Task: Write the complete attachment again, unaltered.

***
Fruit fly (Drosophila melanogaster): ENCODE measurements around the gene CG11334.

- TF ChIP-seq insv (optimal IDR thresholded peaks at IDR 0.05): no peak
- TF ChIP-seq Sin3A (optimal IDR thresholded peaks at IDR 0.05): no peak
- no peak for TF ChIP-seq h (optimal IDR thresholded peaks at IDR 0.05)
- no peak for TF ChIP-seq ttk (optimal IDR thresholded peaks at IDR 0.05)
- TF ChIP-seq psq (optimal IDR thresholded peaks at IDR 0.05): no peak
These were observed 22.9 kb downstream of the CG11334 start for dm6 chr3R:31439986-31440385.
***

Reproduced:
Fruit fly (Drosophila melanogaster): ENCODE measurements around the gene CG11334.

- TF ChIP-seq insv (optimal IDR thresholded peaks at IDR 0.05): no peak
- TF ChIP-seq Sin3A (optimal IDR thresholded peaks at IDR 0.05): no peak
- no peak for TF ChIP-seq h (optimal IDR thresholded peaks at IDR 0.05)
- no peak for TF ChIP-seq ttk (optimal IDR thresholded peaks at IDR 0.05)
- TF ChIP-seq psq (optimal IDR thresholded peaks at IDR 0.05): no peak
These were observed 22.9 kb downstream of the CG11334 start for dm6 chr3R:31439986-31440385.